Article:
Focusing on aerodynamic principles in the design of his concept, Rådbrink won the award for Best Use of Glazing for his Nuaero project. By employing a new design language - which looks like a catamaran at the front - the design creates a visual difference for hybrid cars and incorporates an aerofoil for low drag and fuel consumption. The geometrical side surfaces of the concept blend into organic volumes, while the glass on top is like a building or façade, contrasting elements which build on the 'J-Factor' design themes.
Jung Hoon Rhee
This concept interior, which also won a commendation, was created as an environment where users could mentally, physically and socially rediscover the balance lost in their increasingly sedentary lives. The technology behind the 'wave seat' uses conductive polymers infused with nanotubes - an artificial muscle. When charges are sent to a specific location in the polymer chain, it can bend, stretch and contract to create a wave. These seats provide users with an up-lift, an experience where they can float around inside the vehicle and feel light just as if they were in water. The wave seat is an open source platform that can adapt to all body shapes or reconfigured to encourage communication.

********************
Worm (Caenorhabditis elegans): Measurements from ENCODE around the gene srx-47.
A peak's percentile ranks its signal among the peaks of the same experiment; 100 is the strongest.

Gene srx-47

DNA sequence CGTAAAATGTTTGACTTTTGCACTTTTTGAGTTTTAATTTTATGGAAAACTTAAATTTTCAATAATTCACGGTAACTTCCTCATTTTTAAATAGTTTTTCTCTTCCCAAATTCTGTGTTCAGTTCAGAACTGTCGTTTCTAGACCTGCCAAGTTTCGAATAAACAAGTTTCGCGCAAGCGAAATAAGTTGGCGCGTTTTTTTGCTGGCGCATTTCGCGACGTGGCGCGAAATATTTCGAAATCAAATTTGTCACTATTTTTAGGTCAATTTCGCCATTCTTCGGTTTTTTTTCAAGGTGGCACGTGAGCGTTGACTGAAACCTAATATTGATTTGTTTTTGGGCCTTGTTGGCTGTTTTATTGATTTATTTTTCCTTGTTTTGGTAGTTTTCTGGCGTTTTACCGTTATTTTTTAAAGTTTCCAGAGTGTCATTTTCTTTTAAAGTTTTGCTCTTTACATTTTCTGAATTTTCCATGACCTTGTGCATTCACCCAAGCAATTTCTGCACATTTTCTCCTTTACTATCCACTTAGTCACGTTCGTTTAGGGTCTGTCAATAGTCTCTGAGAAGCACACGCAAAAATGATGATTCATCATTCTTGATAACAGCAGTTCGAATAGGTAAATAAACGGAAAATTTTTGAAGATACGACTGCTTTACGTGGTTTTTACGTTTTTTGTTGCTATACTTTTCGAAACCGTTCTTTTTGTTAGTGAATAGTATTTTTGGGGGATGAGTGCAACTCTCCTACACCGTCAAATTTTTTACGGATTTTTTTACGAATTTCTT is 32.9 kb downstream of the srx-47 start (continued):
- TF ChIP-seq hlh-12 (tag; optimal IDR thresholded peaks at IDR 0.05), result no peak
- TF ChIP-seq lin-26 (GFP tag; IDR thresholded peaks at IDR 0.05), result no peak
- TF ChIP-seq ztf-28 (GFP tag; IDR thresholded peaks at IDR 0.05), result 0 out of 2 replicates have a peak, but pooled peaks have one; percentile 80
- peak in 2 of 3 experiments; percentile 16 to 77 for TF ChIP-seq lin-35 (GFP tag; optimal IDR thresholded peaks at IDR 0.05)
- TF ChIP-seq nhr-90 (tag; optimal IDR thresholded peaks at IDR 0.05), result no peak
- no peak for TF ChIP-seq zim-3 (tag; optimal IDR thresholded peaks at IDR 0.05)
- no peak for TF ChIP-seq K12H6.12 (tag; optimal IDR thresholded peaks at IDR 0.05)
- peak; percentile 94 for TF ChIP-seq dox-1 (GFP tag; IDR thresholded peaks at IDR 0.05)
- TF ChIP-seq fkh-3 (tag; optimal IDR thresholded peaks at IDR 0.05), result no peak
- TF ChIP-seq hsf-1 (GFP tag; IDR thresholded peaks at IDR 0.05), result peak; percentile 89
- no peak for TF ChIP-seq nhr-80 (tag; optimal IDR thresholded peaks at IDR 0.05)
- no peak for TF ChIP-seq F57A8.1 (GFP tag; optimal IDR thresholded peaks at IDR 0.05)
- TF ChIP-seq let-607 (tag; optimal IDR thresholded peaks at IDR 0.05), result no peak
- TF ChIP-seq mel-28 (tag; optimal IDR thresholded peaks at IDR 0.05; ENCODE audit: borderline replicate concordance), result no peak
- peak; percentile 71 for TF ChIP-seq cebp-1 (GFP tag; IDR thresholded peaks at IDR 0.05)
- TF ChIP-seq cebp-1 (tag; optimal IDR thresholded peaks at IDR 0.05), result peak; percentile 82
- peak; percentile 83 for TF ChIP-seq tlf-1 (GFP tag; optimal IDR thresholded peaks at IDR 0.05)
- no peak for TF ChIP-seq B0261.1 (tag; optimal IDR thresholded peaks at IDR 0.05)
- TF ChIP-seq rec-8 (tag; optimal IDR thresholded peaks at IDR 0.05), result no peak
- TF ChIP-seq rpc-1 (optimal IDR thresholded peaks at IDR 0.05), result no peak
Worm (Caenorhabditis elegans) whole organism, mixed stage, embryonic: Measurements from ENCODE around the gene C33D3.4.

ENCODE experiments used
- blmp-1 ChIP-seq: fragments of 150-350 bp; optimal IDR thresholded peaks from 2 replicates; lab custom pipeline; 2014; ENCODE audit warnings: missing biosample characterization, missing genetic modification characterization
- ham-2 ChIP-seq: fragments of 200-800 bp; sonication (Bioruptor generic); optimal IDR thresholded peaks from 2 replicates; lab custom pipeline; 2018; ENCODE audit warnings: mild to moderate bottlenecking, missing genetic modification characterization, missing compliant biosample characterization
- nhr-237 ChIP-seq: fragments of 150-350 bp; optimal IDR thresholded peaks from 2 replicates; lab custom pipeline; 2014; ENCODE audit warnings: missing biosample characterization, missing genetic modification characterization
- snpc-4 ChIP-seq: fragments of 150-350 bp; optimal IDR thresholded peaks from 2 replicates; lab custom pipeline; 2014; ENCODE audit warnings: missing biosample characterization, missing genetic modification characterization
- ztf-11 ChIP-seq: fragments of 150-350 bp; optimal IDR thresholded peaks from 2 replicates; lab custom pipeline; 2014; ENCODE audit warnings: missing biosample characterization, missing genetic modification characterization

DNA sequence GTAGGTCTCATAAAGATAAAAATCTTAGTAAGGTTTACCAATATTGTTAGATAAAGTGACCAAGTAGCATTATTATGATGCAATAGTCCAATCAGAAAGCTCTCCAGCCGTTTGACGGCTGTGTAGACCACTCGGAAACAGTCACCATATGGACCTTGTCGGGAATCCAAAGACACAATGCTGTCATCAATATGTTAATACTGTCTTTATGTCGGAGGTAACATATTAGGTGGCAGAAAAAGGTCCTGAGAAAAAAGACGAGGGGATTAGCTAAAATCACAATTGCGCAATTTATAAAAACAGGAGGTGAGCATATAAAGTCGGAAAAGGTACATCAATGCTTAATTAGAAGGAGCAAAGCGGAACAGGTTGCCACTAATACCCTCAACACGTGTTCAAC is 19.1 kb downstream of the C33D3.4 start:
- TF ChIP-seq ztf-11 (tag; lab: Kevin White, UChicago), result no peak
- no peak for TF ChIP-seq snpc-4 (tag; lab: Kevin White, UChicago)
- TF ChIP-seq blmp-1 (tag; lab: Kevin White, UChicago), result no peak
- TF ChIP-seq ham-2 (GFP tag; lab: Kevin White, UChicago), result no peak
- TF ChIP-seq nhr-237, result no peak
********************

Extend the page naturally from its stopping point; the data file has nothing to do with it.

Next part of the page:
This project also received a commendation for responding to a real need and an indigenous problem - designing a vehicle to suit the needs of users in the area for which it was created. Aimed at boosting sustainable development in developing nations, the Lamrana concept is built using local materials, craftsmanship and engineering to be both economically viable and ecological in the West African environment for which it is intended.